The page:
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What is the Equality Act?


Mon 16 September, 2019

balancing scales man and woman

A lot is written and said about the need to treat all employees fairly, but how much do we really know about a key area of the law that covers this.

The Equality Act 2010 provides protection for all employees especially those who are the most vulnerable and susceptible to unlawful treatment in the workplace.

The Act came into force on 1 October 2010. It brings together over 116 separate pieces of legislation into one single Act.

It replaced previous legislation such as the Sex Discrimination Act 1975, the Race Relations Act 1976 and the Disability Discrimination Act 1995 to form a single Act. It ensures consistency in what employers and employees need to do to make their workplaces a fair environment and comply with the law.

The legislation covers a wide range of different types of places and organisations. It covers employment matters and the treatment of job applicants and employees.

The Equality Act is a law that protects you from discrimination. It means that discrimination or unfair treatment on the basis of what the legislation terms ‘protected characteristics’, is now against the law in almost all cases.

The protected characteristics are (1)



Gender reassignment

Marriage and civil partnership

Pregnancy and maternity


Religion or belief


Sexual orientation

You are protected from a number of different things under the Equality Act, which include (2)

  • Direct discrimination - This is when you are treated less favourably because of a protected characteristic.
  • Indirect discrimination - occurs when an employer's policies, procedures or rules which apply to everyone has the effect that people with a certain protected characteristic are put at a disadvantage when compared with those who do not share it.
  • Harassment - This is when you experience behaviour that makes you feel intimidated, humiliated, or degraded, or that creates a hostile environment.
  • Victimisation - This is when you are treated unfairly as a result of making a complaint about discrimination or giving evidence when someone else makes a complaint.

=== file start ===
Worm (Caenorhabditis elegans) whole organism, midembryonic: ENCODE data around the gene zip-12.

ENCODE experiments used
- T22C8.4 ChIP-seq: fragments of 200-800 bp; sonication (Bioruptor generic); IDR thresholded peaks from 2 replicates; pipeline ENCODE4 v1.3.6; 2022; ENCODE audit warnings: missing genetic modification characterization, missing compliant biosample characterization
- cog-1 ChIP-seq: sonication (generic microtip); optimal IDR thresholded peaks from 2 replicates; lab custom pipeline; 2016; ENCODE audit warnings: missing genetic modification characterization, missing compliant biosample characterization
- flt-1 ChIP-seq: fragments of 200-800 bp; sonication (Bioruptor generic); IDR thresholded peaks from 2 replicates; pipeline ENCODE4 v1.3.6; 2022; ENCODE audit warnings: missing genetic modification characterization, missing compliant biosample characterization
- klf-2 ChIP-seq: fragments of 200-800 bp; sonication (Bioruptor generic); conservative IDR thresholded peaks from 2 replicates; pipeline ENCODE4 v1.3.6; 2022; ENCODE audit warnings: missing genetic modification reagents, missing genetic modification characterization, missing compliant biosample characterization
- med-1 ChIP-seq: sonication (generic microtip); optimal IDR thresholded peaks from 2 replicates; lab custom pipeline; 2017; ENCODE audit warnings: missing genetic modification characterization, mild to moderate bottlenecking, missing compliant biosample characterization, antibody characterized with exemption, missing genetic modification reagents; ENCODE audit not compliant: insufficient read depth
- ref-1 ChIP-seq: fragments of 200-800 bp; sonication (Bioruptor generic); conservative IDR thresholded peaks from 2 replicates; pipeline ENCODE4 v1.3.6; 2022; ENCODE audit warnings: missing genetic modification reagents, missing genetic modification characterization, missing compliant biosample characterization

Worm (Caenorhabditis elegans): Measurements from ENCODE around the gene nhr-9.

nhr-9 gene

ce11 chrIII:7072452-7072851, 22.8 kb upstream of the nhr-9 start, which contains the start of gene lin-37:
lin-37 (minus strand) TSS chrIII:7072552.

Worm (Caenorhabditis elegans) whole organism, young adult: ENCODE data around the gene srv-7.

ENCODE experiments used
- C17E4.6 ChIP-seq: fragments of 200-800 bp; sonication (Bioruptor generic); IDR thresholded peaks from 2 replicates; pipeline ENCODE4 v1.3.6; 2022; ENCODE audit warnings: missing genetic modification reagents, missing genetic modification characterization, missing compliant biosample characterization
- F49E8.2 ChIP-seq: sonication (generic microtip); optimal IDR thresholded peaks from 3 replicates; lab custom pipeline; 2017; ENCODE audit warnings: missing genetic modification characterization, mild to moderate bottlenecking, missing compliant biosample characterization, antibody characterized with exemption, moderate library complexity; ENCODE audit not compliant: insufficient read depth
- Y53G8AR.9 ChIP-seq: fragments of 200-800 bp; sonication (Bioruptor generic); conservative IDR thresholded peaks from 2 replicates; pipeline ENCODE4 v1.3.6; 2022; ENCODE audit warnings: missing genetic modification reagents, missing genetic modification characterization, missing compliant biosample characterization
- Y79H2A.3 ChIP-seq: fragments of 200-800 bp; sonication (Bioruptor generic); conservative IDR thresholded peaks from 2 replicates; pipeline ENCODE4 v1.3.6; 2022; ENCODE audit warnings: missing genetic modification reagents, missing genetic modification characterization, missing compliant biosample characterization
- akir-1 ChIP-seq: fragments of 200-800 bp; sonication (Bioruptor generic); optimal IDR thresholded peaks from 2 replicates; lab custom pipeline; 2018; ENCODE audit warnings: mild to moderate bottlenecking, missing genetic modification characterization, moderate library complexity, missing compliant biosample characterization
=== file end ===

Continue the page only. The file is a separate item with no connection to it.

If you are subjected to discriminatory treatment at work you should first raise a complaint with your employer. The usual way to do so is to submit a formal grievance (3).

Any such complaint should be taken seriously and dealt with in a fair and reasonable manner and without unreasonable delay. For an employer this is crucial because if an employee, or former employee, submits a successful claim for discrimination to an employment tribunal the amount of compensation they may receive is currently uncapped.

Earlier this year the bands of compensation that employment tribunals can award for injury to feelings in discrimination cases – known as Vento bands – was increased. From 6 April 2019, the most serious cases will attract compensation in the £26,300 to £44,000 “upper band”, with the most exceptional cases capable of exceeding this.(4).

The Equality Act also means that public bodies, such as local authorities, hospital trusts and police authorities now have to prevent discrimination. This is called the Public Sector Equality Duty. (5).

Public bodies must consider the needs of people with protected characteristics when planning or carrying out their public duties or services.

There are some circumstances in which it will not be considered discrimination if you are treated unfairly because of who you are. This is known in legal terms as objective justification. (6).If discrimination is justified, it does not count as unlawful discrimination

The Equality Act says discrimination can be justified if the person who is discriminating against you can show it is a proportionate means of achieving a legitimate aim.


1.Equality and human rights [Internet] www.equalityhumanrights: 10.9.19

2.  Citizen advice [Internet] :Cited 10.9.19

3. Castle Associates[Internet] Cited 10.9.19

4.  Employment Cases Update [Internet] Cited 10.9.19

5. Government Groups [Internet] 10.9.19.

6.  Equality Human Rights [Internet] : 10.9.19.

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For free employment law advice or if you are affected or want information and support by any of the issues in this article please give us a call. 0333 772 0611



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